I don't think anyone outside the Glazer family and senior MUFC management know what our "budget" is.

This money wasn't "meant" to be there of that I'm sure. So whether it can be used under whatever Plan B they developed to refinance the PIKs is totally unknown to all of us on the outside.

If they have refinanced the PIKs in some way that means they are happy to let them roll up over six years until the bonds are repaid and then intend to repay the PIKs as part of the 2017 refinancing, it is possible that all this cash is "available" to SAF. Possible but not likely!

One important thing to remember with modern transfers is that wage demands are often more important than transfer prices. Sneijder may "cost" £30m but that gets spread over a five year contract (and hopefully longer if a player signs an extension) so that's "only" c. £6m per annum. Compare that to suggested wage demands of £200k per week. That's £10.4m per year, 10% of profits. It also raises the bar for the rest of the squad.

I understand the Glazers were underwhelmed about having to give Rooney a pay rise costing £4m. In my view it'll be the wage angle that determines who we do and don't sign.


Anonymous said...

Anon at 20:55 here.
Thanks for that Anders.
I assumed though that the Aon prepayment would only unwind from this financial year- 2010/2011- and not the previous year.

andersred said...

Hi again, you're quite right, the Aon unwind started this financial year not last. Doh! My point on other deferred income rising remains though. Up front payments on other deals offset the unwind to a certain extent.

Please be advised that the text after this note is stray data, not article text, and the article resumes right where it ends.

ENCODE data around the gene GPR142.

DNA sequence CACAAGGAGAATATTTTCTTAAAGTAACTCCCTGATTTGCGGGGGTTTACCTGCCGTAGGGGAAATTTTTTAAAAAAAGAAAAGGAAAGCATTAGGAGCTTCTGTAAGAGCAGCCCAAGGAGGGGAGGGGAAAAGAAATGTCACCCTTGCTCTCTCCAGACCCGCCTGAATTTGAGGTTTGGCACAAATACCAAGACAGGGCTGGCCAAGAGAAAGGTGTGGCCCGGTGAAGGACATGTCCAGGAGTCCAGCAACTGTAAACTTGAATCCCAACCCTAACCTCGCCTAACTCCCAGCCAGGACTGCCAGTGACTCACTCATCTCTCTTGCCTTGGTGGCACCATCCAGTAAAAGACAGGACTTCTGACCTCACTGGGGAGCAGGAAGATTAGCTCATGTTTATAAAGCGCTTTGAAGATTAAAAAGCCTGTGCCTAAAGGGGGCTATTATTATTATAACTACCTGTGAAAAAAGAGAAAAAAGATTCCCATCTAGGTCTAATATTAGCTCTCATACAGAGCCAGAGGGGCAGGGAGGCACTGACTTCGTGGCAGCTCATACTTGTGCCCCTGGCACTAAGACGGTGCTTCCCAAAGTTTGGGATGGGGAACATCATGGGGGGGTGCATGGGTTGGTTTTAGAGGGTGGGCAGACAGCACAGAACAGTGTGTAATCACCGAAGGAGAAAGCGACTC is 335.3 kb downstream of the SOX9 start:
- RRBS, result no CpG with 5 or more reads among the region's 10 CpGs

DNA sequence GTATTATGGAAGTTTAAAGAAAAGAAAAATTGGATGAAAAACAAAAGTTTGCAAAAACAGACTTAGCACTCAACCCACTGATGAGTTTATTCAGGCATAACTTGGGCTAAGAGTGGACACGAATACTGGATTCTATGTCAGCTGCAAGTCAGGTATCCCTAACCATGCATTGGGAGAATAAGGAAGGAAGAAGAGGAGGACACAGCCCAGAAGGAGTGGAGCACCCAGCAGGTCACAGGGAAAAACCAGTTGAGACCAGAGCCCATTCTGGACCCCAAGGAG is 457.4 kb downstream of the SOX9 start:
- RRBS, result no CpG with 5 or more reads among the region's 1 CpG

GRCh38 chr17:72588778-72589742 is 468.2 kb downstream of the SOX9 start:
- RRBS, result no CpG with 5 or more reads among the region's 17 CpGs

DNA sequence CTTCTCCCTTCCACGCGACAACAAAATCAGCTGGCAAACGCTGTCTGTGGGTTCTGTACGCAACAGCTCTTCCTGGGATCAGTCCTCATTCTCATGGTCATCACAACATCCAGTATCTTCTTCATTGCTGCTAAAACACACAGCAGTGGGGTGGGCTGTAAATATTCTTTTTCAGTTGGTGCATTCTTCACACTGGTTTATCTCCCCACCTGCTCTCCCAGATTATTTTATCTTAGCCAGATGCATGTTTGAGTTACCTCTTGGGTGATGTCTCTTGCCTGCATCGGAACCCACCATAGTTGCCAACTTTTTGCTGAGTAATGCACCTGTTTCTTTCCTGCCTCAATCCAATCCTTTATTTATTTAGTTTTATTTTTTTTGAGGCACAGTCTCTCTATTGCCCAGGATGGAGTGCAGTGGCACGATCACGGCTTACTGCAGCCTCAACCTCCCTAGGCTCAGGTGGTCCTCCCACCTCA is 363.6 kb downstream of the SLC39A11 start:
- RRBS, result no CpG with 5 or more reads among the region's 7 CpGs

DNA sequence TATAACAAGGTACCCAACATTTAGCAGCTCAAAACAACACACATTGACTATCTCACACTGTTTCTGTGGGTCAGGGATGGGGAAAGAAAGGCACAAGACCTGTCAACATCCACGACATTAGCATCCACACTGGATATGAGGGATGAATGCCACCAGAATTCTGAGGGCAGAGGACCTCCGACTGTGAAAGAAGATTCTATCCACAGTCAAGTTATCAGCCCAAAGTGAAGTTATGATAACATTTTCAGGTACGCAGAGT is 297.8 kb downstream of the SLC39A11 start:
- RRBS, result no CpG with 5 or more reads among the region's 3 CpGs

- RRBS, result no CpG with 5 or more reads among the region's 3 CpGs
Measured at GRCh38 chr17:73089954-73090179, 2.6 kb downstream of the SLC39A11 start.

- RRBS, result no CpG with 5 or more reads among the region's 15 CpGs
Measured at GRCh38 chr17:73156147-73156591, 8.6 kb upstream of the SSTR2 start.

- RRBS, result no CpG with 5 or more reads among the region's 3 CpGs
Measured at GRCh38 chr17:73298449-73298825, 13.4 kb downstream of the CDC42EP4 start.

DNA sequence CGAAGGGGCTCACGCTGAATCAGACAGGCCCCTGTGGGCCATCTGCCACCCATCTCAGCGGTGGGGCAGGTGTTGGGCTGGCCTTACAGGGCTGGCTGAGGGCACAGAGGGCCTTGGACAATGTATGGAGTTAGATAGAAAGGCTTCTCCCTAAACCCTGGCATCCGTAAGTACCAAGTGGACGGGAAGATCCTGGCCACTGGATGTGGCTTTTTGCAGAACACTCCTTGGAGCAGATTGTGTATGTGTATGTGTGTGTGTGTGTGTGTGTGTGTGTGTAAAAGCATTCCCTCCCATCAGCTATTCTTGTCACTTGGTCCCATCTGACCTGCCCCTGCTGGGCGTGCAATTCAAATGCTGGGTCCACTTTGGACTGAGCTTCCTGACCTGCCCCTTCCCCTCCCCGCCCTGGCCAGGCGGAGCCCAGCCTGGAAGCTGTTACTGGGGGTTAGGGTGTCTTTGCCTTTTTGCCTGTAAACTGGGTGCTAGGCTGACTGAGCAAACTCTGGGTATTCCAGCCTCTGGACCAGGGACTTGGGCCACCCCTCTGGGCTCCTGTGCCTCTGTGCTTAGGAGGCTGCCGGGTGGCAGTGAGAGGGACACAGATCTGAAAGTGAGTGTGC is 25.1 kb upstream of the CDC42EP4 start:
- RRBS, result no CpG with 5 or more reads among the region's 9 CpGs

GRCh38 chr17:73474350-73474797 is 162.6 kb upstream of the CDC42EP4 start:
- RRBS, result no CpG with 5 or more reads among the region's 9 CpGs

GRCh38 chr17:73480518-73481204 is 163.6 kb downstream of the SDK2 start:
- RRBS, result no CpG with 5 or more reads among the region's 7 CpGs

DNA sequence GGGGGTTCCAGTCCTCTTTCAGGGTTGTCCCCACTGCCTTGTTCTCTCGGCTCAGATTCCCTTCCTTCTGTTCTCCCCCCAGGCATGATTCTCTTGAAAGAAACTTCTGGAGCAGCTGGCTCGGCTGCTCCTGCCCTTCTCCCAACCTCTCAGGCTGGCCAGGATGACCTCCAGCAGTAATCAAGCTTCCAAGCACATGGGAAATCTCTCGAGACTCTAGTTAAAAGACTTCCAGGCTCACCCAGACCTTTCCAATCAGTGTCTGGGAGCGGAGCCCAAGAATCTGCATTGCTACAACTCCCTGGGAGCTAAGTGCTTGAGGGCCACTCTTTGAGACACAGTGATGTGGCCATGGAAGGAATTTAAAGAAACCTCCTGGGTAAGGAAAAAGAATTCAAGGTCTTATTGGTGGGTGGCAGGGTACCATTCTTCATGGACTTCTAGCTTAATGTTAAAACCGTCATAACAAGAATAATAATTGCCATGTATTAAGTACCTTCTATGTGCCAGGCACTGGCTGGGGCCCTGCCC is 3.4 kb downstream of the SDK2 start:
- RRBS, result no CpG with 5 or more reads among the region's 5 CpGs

Anonymous said...

Anon at 20:55 again.

Yep, the club logged additional prepayments last year of a size equivalent to the Aon unwind. If repeated then not much changes.

It's been a feature of the Glazer reign- this protecting or bolstering of the cash position.
The club made a few acquisitions during their tenure-33% of MUTV, the terminal, etc- and they have used financing rather than cash.
Furthermore the trade policy seems to have changed a bit: cash-up-front sales with instalment plans for purchases. Tbf, the Ronaldo deal exaggerates the position. We used to sell players with a contingency element too but that practice seems to have stopped. I guess all this is what you might expect under an LBO.
It was in ths regard that I was asking about the stadium expansion earlier. Though the special stadium facility was not used, the investment report from 2006 mentions in "use of funds" the intention to refinance 29.8m of the drawn RCF (drawn for Stadium Capex). I am trying to determine if any of prodeeds of the 2006 refinancing went to paying down the RCF.


simpson said...

Glazers eye Man Utd float in Asia

sunday times

Anonymous said...

Whats the 411 on this? Any comment Anders?

Paul said...

Excellent post Andy as always, keep up the great work.

Webbo said...

suspect net summer spending won't be huge, with likes of Berb, Nani, Wes, O'Shea & Gibson possibly leaving.

Had Glazers withdrawn cash there would have been an adverse reaction from fans. By leaving cash in the club they would still get the benefit on a sale/float as value will be based on a debt free basis, i.e. cash will be deducted from debt to give net figure.